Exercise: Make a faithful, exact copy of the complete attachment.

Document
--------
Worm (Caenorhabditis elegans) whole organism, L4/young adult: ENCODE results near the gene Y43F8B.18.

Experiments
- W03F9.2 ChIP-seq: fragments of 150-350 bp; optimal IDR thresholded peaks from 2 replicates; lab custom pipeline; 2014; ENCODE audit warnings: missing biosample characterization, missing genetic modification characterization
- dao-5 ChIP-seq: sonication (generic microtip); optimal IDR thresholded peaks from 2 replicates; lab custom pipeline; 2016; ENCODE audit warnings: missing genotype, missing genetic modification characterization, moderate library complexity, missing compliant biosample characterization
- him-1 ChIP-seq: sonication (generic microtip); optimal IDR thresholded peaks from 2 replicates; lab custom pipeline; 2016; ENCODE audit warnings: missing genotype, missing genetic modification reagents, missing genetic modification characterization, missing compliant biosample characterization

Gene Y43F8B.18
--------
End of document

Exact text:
Worm (Caenorhabditis elegans) whole organism, L4/young adult: ENCODE results near the gene Y43F8B.18.

Experiments
- W03F9.2 ChIP-seq: fragments of 150-350 bp; optimal IDR thresholded peaks from 2 replicates; lab custom pipeline; 2014; ENCODE audit warnings: missing biosample characterization, missing genetic modification characterization
- dao-5 ChIP-seq: sonication (generic microtip); optimal IDR thresholded peaks from 2 replicates; lab custom pipeline; 2016; ENCODE audit warnings: missing genotype, missing genetic modification characterization, moderate library complexity, missing compliant biosample characterization
- him-1 ChIP-seq: sonication (generic microtip); optimal IDR thresholded peaks from 2 replicates; lab custom pipeline; 2016; ENCODE audit warnings: missing genotype, missing genetic modification reagents, missing genetic modification characterization, missing compliant biosample characterization

Gene Y43F8B.18